Substance Abuse and The Elderly

How do I know if my loved one is having a problem with abusing prescription drugs and or alcohol?

Alcohol and substance abuse rank third among the leading mental disorders in older adults, and the rates of alcohol abuse range from 2 to 10% . These percentages are considered to be underestimated due to the large amount of substance abusers who deny they have a drinking problem, and family members who are unable to recognize when it really is a problem.

If not dealt with in treatment, severe alcoholism can lead to severe depression and suicide in older adults. The alcoholic elderly are particularly vulnerable because their risk of suicide is five times higher than that of the nonalcoholic elderly (this is because alcohol acts as a depressant on the central nervous system). This means that heavy drinking produces feelings of sadness, anxiety, guilt, and remorse (1).
Long term alcohol abuse can do damage to the brain, and may cause behavioral and memory changes that resemble Alzheimer’s disease. Bottom line, if the underlying reason as to why the individual is drinking is not addressed, drinking puts a bandage on the problem and it becomes difficult for families as well as physicians to understand and address a treatment plan.

When a person has both chronic alcoholism and Alzheimer’s, it is difficult to tell which condition is the cause of which symptom (2).

The Reasons that Older Adults Resort to Alcoholism:
• Depression
• Low self-esteem
• Attempting to manage pain from medical conditions
• Genetic predisposition
• Loneliness
• Isolation
• Retirement roles
• Loss of friends/spouse

Medication overuse

The correct medication and dosage can increase quality of life with by managing medical conditions, However, sometimes there is a price to be paid. Part of that price is experiencing how some drugs can interfere with memory skills, mood, alertness, and ability to take in new information.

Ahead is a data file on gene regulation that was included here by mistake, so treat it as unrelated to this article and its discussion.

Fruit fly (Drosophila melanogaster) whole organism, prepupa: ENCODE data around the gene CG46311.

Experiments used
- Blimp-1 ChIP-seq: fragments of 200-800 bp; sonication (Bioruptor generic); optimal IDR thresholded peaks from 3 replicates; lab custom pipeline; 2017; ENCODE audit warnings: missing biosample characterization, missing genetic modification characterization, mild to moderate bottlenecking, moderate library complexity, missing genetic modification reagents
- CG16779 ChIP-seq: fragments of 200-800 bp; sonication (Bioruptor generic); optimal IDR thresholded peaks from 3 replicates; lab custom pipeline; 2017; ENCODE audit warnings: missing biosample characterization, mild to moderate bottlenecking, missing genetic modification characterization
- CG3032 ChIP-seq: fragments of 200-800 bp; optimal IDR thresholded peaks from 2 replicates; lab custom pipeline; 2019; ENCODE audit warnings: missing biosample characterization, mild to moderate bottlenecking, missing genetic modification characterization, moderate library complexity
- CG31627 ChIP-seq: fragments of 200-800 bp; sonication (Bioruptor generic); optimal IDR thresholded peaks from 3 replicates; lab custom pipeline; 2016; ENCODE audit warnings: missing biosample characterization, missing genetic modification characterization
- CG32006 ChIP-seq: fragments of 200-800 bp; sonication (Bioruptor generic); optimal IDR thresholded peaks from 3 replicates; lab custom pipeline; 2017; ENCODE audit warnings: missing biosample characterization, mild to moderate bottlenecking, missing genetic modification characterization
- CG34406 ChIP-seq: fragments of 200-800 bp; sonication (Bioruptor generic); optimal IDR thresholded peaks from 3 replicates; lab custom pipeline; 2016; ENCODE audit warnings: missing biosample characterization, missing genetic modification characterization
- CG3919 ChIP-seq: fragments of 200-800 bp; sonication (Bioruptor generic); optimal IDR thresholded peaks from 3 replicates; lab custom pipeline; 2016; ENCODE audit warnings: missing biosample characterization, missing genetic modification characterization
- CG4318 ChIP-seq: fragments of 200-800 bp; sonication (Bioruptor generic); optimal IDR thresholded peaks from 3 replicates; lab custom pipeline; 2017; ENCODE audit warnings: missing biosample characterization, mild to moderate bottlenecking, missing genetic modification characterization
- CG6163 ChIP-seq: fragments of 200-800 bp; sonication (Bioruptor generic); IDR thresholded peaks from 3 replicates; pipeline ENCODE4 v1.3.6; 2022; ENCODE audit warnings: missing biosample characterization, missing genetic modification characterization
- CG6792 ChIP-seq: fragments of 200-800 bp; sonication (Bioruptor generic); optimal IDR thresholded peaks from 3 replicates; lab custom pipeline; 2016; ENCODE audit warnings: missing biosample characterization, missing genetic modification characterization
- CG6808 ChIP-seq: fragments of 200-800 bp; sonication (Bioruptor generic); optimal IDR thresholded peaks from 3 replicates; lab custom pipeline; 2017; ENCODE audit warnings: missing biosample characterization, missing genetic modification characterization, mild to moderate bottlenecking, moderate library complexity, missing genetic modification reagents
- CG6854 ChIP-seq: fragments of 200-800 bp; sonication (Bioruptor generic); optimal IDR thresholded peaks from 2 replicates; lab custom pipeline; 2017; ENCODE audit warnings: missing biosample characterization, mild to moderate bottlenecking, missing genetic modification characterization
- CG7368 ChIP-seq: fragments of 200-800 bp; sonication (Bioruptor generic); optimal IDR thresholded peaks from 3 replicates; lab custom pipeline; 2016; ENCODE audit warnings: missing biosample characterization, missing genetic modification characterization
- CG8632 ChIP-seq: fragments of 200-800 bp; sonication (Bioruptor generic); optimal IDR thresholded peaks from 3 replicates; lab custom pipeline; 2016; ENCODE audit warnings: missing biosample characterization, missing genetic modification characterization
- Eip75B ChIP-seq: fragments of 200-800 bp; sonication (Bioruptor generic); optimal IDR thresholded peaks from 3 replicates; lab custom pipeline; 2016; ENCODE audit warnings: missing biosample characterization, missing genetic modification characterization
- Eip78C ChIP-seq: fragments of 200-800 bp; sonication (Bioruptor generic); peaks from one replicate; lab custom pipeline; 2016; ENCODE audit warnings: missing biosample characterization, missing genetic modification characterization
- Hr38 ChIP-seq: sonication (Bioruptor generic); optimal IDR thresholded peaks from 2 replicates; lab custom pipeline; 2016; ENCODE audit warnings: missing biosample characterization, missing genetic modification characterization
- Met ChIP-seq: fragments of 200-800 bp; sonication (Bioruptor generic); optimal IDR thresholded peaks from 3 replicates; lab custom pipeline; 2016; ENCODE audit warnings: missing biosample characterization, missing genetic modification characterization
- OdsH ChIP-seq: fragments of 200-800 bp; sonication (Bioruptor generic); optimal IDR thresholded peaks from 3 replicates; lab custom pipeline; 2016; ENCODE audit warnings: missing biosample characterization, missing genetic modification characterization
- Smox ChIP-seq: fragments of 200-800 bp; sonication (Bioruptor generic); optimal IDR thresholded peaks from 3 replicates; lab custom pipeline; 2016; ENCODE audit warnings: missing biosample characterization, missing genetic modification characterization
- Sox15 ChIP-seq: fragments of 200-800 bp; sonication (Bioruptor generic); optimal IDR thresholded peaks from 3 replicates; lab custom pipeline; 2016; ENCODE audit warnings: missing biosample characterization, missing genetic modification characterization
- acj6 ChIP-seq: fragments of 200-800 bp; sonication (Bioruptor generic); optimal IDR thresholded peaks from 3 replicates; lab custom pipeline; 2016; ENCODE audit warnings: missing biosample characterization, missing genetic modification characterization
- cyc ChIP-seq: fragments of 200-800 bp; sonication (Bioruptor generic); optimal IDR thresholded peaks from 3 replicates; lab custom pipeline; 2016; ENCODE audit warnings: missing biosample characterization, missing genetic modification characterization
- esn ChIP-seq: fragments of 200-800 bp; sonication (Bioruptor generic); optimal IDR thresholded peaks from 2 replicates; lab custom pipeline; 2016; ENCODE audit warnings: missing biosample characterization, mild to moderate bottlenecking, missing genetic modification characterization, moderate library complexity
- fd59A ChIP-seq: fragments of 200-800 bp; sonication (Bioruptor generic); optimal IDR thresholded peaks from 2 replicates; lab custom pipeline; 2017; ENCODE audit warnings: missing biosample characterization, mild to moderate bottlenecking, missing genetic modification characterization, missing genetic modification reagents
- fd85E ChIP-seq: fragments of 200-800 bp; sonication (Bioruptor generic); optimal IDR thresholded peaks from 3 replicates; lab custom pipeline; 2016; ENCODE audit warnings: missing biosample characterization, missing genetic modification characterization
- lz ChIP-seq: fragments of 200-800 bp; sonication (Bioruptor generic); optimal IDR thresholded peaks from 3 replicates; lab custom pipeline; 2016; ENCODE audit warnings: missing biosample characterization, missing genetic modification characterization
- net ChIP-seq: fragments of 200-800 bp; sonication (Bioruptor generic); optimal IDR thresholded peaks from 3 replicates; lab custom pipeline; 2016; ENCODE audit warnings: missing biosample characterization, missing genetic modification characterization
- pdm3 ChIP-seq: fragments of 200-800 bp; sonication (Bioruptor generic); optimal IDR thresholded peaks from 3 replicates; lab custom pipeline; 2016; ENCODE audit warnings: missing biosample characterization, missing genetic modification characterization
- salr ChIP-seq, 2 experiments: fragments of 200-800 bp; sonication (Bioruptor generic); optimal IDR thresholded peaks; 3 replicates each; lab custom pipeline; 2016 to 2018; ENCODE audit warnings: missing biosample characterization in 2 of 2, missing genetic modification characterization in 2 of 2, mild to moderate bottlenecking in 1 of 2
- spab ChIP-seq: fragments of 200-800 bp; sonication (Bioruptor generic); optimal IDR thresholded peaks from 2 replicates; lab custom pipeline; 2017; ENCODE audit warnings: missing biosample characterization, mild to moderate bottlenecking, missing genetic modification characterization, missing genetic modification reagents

Thousands of older adults suffer from severe mental impairment, including memory loss, which is either caused by drugs, or worsened by them. Recent studies indicate that drugs greatly diminish or inhibit chemicals in the brain (e.g., neurotransmitters, such as and hormones) which can produce significant memory loss (3). This is especially dangerous if your loved one still drives or lives on his or her own and will not accept help.

Drugs Associated With Alcohol Interactions

(adapted from WebMD)

Hundreds of commonly used prescription and over-the-counter drugs may adversely interact with alcohol. These include medications used for:

• Allergies, colds, and flu
• Angina and coronary heart disease
• Anxiety and epilepsy
• Arthritis
• Blood clots
• Cough
• Depression
• Diabetes
• Enlarged prostrate
• Heartburn and indigestion
• High blood pressure
• High cholesterol
• Infections
• Muscle pain
• Nausea and motion sickness
• Pain, fever, and inflammation
• Seizures
• Severe pain from injury, post-surgical care, oral surgery, and migraine
• Sleep problems

Geriatric Care Managers can help!

A skilled professional such as a geriatric care manager can quickly assess the situation and work with the family to put an action plan in place, addressing the medical, psychological and social issues that may be interfering with the older adult getting the help they need. Geriatric Care Consultants LLC has a breadth of knowledge of trusted professionals and we can be an invaluable resource to help take the burden off the adult child and get the senior the help they need.

1. Osgood, N.J., Wood, H.E., & Parham, I.A. (1995) Overview. Alcoholism and Aging (pp. 14-19).
2. Rosenfeld, I.R. (1999) Live Now Age Later: Proven Ways to Slow Down the Clock.
3. Schaie,K.W., Willis, S.L. (1996). Alcoholism and Drug Misuse. Adult Development and Aging (pp.487-490).